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Growth needs costly for Hart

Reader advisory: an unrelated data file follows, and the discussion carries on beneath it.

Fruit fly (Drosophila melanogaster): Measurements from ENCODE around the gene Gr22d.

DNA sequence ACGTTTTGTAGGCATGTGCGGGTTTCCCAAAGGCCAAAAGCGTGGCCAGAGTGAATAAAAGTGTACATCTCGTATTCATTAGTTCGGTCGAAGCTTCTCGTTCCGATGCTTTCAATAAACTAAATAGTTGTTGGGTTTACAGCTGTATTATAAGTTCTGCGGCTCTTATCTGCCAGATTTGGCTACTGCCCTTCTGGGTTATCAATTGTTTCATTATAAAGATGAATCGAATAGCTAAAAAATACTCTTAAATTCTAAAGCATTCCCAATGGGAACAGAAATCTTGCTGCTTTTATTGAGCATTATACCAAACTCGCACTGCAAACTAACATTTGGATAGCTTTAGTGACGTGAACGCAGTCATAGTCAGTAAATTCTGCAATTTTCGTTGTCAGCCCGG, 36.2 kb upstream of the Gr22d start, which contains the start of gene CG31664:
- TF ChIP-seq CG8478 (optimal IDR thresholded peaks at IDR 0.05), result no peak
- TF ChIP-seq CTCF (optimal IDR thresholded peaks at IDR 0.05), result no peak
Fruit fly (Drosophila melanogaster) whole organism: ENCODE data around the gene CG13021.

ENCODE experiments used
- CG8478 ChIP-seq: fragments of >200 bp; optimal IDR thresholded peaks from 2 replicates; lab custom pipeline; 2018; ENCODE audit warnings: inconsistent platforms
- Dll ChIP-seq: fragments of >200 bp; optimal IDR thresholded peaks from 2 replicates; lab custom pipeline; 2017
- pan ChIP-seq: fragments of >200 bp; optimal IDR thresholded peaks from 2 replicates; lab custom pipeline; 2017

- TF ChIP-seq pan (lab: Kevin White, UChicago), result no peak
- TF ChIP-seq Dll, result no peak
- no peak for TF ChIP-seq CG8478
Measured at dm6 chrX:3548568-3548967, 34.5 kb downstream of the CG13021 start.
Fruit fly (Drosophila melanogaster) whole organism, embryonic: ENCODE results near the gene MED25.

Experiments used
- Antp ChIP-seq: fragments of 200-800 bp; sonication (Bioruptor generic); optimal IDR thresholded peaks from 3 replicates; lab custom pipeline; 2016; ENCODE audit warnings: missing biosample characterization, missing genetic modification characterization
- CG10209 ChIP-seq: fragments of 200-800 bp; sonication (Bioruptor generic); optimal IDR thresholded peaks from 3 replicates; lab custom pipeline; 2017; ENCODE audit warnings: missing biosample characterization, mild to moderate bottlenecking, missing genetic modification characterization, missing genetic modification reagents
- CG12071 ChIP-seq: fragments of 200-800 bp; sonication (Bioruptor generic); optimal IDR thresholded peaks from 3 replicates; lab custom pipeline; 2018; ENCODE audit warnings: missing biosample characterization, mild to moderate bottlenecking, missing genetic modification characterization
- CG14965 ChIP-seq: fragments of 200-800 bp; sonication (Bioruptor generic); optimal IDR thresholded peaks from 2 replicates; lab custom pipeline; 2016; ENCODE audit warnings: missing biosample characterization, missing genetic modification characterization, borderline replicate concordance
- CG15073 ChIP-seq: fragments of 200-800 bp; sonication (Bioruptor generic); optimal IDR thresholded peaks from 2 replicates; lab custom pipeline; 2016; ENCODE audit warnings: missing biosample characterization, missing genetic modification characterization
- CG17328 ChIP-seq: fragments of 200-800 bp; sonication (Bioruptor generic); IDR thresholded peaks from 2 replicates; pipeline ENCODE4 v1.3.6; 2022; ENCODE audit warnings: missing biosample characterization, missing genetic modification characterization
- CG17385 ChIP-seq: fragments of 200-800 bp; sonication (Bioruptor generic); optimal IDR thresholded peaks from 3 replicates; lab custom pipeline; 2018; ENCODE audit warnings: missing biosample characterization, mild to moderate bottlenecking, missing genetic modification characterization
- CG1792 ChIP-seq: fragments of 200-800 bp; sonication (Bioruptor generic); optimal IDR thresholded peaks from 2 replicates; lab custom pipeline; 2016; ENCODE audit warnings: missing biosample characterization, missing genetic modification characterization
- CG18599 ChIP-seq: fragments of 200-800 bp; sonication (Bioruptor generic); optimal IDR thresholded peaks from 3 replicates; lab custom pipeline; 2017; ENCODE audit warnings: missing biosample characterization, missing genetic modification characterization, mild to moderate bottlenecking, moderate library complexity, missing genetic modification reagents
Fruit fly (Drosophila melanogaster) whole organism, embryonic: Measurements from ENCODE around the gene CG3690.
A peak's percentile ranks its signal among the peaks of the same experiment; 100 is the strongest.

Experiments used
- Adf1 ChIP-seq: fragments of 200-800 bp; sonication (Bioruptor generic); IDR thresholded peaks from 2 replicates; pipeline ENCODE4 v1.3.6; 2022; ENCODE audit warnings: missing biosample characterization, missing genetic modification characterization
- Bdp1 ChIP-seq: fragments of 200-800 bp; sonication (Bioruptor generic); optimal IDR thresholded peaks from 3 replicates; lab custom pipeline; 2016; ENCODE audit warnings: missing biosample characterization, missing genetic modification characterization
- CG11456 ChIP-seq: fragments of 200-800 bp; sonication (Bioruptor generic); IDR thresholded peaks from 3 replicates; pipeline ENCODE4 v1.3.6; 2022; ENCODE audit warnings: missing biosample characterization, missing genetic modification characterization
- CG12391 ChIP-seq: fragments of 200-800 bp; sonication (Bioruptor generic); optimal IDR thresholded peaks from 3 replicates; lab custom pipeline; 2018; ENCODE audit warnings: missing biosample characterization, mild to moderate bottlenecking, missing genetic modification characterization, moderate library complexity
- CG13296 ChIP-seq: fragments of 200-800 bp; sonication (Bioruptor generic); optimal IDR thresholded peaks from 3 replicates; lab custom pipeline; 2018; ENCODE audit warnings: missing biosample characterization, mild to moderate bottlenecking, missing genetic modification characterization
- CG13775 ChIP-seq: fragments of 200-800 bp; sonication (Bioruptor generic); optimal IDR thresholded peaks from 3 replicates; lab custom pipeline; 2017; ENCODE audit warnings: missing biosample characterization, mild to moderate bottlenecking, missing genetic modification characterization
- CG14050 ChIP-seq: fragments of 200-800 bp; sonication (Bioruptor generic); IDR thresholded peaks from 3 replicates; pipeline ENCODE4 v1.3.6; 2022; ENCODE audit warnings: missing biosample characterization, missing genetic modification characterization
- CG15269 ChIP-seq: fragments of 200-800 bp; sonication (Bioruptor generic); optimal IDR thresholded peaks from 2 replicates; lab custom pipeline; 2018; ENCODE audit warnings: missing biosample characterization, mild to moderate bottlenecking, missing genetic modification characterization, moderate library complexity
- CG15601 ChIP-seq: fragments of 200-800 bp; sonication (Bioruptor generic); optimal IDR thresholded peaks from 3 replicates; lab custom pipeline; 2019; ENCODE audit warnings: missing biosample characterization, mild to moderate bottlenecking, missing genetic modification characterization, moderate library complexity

first_imgShe estimated that the average local taxpayer in 2006-07 was paying about $24 per $100,000 of property value to repay the 2001 bonds. The report recommended taking a look at the list of pending construction projects, ranking them by priority and considering changes in the scope of some. For example, the district could save about $2 million on the performing arts centers at Canyon and Saugus high schools if it cut the number of seats at each from 500 to 400. Paul Rivas, Hart’s facilities director for modernization projects, has cut some costs by switching construction methods. He suggested paring frills to keep costs down. “If we keep building our high schools to these set models, two years down the road our $150 million school will become a $240 million school,” Rivas said. “We need to look at educational space when we talk about educational equity, not the d cor inside any given principal’s office and the grandness of their ceilings. “We want quality schools and we won’t sacrifice that quality, but if there are ways to save money we will explore them.” But some board members said they are unwilling to compromise on new schools. “Keep in mind these are just suggestions and no decisions have been made yet,” Superintendent Jaime Castellanos said. “In four short years, we built two high schools and a junior high school and we almost finished the modernization of three more schools.” [email protected] (661) 257-5254 160Want local news?Sign up for the Localist and stay informed Something went wrong. Please try again.subscribeCongratulations! You’re all set! In the past five years, the district built two high schools and two junior highs and began modernizing three campuses, managing a rate of growth one consultant called unheard-of in California. Now there are plans to build a high school in Castaic and performing arts centers at Canyon and Saugus high schools. And more renovation projects are proposed, but will be reviewed at a later date. On Monday, the Dolinka Group financial consultants cited various ways the district could narrow its funding gap, including placing a bond measure on the June 2008 ballot. Ann Feng-Gagne of the Dolinka Group said such bonds would not increase the previously approved tax rate of $30 per $100,000 of assessed property value and would be adjusted against new, and appreciated, home values. “In 2001, voters approved a $30 tax per $100,000 worth of property value, which totaled to a $158 million bond, but since then house sales have gone up, and total assessed values have gone up,” Feng-Gagne said. SANTA CLARITA – Faced with a possible debt of more than $100 million in the next few years, the Hart Union High School District board is looking at options that include floating a bond measure next year and selling off some assets. At a special board meeting of the district Monday night, staffers and board members met with developers, financial consultants and the community to discuss ways to manage an anticipated shortfall of $124 million by the 2009-10 fiscal year. Skyrocketing construction costs coupled with the increased scope of building projects and a reduction in state funding are largely to blame for the shortfall. “A few years ago we could build an entire high school for under $80 million, and now construction costs have ballooned and to build that same school two years from now will cost 175 million (dollars),” said Rob Gapper, the district’s chief operations officer. “This is not a problem unique to the Hart district. School districts across the state are now faced with the same challenges.” last_img read more